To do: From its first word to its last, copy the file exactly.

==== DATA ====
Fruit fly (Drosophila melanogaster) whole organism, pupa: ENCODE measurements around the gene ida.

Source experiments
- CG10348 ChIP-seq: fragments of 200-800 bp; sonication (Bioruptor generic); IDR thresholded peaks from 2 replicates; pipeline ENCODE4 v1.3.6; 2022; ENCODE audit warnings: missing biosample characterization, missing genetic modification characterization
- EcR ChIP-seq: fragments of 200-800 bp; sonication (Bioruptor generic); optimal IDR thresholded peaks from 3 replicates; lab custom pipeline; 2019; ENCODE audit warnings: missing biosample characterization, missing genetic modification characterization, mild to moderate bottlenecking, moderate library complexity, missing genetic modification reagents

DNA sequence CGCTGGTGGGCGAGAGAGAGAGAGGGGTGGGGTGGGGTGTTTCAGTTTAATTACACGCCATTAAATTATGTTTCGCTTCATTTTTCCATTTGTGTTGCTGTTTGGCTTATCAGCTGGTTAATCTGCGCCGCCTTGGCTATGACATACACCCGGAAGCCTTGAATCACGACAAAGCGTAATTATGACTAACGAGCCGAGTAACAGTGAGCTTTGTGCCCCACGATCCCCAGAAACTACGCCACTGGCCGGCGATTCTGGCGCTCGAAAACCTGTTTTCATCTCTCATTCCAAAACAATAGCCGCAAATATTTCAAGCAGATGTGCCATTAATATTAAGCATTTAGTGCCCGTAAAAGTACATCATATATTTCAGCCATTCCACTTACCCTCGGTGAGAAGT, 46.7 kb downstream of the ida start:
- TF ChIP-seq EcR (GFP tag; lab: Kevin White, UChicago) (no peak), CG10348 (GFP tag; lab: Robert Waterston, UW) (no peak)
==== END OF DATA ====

Fruit fly (Drosophila melanogaster) whole organism, pupa: ENCODE measurements around the gene ida.

Source experiments
- CG10348 ChIP-seq: fragments of 200-800 bp; sonication (Bioruptor generic); IDR thresholded peaks from 2 replicates; pipeline ENCODE4 v1.3.6; 2022; ENCODE audit warnings: missing biosample characterization, missing genetic modification characterization
- EcR ChIP-seq: fragments of 200-800 bp; sonication (Bioruptor generic); optimal IDR thresholded peaks from 3 replicates; lab custom pipeline; 2019; ENCODE audit warnings: missing biosample characterization, missing genetic modification characterization, mild to moderate bottlenecking, moderate library complexity, missing genetic modification reagents

DNA sequence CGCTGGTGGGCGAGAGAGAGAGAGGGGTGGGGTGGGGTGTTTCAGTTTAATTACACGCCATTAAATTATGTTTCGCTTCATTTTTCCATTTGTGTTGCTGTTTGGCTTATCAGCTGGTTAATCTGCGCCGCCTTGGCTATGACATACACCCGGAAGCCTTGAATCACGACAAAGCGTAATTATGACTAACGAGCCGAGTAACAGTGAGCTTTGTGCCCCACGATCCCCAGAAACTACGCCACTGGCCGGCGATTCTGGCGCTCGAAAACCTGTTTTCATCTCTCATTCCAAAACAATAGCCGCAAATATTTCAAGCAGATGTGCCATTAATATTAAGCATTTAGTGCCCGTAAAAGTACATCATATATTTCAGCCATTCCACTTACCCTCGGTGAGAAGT, 46.7 kb downstream of the ida start:
- TF ChIP-seq EcR (GFP tag; lab: Kevin White, UChicago) (no peak), CG10348 (GFP tag; lab: Robert Waterston, UW) (no peak)